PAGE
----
Friday, April 17, 2015

The Captain



In 6th grade English with Mr. Levi (6-7, what what) we studied poetry amongst proper grammar usage, diagramming sentences, and countless theme assignments. One assignment was a challenge to memorize and recite in front of the class a poem of one’s choosing. It was the beginning of what would be countless oral presentations and speeches in my schooling, and the other day I was reminded of the poem and realized that I could recite most of it from memory. 

The poem I chose was from Walt Whitman’s Leaves of Grass, the classic metaphorical poem about the death of Abraham Lincoln, O Captain! My Captain!

O Captain! My Captain!
By Walt Whitman
 
O Captain! my Captain! our fearful trip is done,
The ship has weather’d every rack, the prize we sought is won,
The port is near, the bells I hear, the people all exulting,
While follow eyes the steady keel, the vessel grim and daring;
                         But O heart! heart! heart!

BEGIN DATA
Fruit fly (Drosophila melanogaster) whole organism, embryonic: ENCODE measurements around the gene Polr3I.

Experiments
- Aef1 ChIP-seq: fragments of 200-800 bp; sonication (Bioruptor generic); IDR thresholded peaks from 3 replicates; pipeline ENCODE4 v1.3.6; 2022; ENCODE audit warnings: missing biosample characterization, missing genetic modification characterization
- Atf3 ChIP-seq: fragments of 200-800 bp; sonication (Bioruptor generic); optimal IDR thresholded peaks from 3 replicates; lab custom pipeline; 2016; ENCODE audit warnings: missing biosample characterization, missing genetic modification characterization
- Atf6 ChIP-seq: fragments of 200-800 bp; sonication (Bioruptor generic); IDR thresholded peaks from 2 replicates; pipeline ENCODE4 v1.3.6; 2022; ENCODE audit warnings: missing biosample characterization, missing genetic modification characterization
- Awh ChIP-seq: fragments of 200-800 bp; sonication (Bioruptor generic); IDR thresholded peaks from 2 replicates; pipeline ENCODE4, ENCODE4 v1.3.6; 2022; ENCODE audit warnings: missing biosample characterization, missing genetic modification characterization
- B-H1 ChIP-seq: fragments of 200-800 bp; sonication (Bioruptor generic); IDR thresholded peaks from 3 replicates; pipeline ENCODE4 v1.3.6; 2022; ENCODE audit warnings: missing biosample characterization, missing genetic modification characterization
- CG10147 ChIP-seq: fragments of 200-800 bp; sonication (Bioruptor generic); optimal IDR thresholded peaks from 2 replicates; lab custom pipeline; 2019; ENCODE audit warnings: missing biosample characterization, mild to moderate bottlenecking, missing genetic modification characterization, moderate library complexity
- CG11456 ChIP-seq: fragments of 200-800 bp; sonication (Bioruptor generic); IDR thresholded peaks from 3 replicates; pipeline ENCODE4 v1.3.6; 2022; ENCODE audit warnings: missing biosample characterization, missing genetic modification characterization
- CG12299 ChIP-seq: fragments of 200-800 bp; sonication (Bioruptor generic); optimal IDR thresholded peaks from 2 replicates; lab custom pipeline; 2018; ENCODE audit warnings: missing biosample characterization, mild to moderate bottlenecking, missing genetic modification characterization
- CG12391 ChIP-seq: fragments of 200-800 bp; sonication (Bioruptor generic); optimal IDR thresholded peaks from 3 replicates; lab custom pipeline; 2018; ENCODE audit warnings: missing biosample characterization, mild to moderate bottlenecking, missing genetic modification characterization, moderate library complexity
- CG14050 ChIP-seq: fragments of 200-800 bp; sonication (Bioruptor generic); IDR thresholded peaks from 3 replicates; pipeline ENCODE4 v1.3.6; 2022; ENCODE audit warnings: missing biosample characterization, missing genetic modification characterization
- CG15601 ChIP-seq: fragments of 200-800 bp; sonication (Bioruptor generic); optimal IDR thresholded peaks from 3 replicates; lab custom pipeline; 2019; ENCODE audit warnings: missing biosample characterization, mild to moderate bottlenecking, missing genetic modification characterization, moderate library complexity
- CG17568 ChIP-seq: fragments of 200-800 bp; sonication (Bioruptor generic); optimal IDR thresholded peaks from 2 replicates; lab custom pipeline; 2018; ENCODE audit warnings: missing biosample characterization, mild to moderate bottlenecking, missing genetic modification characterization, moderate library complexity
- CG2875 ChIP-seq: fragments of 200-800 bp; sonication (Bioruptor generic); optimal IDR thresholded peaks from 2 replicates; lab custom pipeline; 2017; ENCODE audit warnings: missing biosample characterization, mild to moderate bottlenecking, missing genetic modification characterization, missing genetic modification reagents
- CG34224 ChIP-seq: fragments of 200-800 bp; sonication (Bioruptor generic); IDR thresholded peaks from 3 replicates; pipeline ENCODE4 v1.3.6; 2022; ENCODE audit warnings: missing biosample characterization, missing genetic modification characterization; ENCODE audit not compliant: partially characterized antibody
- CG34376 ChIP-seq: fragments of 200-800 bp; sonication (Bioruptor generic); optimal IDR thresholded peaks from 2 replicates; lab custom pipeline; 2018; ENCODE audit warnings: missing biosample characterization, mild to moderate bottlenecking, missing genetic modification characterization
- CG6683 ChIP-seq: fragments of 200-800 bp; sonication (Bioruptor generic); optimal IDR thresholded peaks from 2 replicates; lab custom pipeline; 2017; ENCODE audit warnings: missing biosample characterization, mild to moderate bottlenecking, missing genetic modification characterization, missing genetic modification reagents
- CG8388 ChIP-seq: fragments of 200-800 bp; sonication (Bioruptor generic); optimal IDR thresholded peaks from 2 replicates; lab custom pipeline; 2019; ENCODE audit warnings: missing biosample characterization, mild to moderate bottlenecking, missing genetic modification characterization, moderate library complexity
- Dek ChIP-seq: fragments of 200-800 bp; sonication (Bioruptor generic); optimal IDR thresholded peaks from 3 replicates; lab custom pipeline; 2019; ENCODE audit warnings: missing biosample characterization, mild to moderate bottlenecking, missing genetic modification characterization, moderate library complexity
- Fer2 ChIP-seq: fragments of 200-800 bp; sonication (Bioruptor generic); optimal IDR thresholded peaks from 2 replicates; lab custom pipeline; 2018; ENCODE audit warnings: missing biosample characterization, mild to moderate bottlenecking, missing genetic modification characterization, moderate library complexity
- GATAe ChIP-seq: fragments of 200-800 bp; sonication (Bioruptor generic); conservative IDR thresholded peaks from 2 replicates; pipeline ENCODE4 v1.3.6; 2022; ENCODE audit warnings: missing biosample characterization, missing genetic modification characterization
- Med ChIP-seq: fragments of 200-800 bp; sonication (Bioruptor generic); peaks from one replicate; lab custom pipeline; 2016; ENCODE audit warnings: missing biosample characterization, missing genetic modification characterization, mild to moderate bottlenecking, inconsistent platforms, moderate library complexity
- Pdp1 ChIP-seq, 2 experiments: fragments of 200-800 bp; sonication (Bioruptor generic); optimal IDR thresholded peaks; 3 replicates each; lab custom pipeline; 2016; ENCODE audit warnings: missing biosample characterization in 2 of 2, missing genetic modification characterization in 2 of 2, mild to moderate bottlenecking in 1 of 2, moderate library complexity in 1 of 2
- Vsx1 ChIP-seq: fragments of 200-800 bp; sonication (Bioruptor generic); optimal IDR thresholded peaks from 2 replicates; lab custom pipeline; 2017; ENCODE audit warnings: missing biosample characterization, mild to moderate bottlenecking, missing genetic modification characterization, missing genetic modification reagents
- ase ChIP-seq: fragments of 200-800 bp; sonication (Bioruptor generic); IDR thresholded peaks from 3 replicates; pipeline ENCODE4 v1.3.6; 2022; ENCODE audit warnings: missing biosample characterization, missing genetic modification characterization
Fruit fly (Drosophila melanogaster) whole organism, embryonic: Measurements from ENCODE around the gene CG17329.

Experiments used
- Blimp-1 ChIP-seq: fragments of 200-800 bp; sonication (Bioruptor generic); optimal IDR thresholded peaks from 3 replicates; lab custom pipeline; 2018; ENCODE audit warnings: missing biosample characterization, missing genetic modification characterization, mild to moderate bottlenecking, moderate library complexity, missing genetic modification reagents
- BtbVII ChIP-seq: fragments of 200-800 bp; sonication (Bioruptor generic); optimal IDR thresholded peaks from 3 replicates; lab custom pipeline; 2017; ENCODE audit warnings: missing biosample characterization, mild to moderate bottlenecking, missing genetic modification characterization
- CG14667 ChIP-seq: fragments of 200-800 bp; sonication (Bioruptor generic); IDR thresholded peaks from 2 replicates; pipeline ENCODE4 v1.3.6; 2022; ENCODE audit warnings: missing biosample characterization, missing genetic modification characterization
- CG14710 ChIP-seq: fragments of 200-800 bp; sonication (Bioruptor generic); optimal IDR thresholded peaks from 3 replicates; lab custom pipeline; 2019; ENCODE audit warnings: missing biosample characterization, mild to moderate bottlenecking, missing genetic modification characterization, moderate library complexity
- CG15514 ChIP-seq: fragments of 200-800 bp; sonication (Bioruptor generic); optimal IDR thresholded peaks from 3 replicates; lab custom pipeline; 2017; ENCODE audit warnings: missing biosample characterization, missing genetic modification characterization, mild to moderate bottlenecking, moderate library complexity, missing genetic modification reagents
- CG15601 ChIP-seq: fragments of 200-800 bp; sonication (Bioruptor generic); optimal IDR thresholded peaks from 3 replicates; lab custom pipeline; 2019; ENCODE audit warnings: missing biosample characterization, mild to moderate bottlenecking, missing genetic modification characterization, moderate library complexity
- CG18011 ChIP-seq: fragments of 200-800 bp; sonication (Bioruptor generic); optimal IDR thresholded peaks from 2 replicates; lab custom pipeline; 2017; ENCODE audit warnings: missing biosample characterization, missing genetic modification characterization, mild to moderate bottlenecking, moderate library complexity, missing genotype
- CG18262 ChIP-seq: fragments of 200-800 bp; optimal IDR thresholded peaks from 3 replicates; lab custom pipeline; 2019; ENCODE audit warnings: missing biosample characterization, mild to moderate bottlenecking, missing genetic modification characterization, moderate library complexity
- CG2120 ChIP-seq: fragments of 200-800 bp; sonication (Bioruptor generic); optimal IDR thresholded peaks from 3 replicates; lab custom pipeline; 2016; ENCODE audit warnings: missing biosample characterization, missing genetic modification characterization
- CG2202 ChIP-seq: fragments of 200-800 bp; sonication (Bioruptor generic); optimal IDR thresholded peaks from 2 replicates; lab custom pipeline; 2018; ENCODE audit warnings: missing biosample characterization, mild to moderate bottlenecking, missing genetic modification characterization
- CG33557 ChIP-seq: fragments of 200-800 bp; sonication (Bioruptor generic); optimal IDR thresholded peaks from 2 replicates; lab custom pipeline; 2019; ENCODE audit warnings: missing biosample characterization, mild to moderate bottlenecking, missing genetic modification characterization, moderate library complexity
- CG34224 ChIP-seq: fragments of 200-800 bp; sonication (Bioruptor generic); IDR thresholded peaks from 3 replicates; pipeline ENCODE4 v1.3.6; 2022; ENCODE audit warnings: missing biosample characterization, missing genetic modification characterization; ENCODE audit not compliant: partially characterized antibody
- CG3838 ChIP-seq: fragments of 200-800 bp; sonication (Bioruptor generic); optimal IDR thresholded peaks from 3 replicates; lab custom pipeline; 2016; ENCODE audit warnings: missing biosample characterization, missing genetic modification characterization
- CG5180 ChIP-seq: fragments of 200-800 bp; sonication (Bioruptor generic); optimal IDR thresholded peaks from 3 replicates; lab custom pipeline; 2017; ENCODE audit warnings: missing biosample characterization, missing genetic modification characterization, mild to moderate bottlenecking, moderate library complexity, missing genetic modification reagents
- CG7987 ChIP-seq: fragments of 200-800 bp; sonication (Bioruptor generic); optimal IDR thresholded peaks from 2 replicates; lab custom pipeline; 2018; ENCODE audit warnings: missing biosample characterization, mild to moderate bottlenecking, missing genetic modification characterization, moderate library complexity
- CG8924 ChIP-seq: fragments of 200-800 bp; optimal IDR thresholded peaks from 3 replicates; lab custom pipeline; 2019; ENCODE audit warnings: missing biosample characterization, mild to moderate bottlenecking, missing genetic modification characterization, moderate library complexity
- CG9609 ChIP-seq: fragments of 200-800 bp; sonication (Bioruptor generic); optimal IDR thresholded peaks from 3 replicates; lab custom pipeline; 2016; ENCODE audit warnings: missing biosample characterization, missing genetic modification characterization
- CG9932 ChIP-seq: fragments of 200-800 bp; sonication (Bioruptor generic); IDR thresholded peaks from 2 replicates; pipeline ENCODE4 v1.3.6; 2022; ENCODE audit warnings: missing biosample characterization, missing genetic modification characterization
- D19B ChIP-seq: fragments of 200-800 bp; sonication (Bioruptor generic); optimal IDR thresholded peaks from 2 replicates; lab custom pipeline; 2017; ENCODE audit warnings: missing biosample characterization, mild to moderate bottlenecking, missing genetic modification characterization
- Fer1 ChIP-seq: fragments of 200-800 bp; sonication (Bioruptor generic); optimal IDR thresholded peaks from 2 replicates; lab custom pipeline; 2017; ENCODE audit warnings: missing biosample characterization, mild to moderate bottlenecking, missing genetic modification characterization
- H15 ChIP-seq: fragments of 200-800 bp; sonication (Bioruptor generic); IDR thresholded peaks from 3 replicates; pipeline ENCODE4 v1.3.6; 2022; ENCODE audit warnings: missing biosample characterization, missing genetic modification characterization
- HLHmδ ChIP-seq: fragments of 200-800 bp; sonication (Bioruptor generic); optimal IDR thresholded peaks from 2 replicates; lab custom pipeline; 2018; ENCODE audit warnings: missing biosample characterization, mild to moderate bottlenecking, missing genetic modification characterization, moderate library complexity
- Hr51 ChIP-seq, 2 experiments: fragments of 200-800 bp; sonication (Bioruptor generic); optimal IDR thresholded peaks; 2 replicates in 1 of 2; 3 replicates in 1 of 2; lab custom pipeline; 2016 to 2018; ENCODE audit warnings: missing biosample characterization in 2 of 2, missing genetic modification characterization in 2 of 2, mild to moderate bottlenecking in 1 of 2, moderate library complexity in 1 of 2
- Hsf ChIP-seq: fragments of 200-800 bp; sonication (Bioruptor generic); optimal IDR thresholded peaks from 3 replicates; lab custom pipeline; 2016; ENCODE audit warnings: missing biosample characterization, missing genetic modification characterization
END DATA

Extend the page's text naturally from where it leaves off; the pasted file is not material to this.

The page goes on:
O the bleeding drops of red,
                               Where on the deck my Captain lies,
                                  Fallen cold and dead.

O Captain! my Captain! rise up and hear the bells;
Rise up—for you the flag is flung—for you the bugle trills,
For you bouquets and ribbon’d wreaths—for you the shores a-crowding,
For you they call, the swaying mass, their eager faces turning;
                         Here Captain! dear father!
                            This arm beneath your head!
                               It is some dream that on the deck,
                                 You’ve fallen cold and dead.

My Captain does not answer, his lips are pale and still,
My father does not feel my arm, he has no pulse nor will,
The ship is anchor’d safe and sound, its voyage closed and done,
From fearful trip the victor ship comes in with object won;
                         Exult O shores, and ring O bells!
                            But I with mournful tread,
                               Walk the deck my Captain lies,
                                  Fallen cold and dead.
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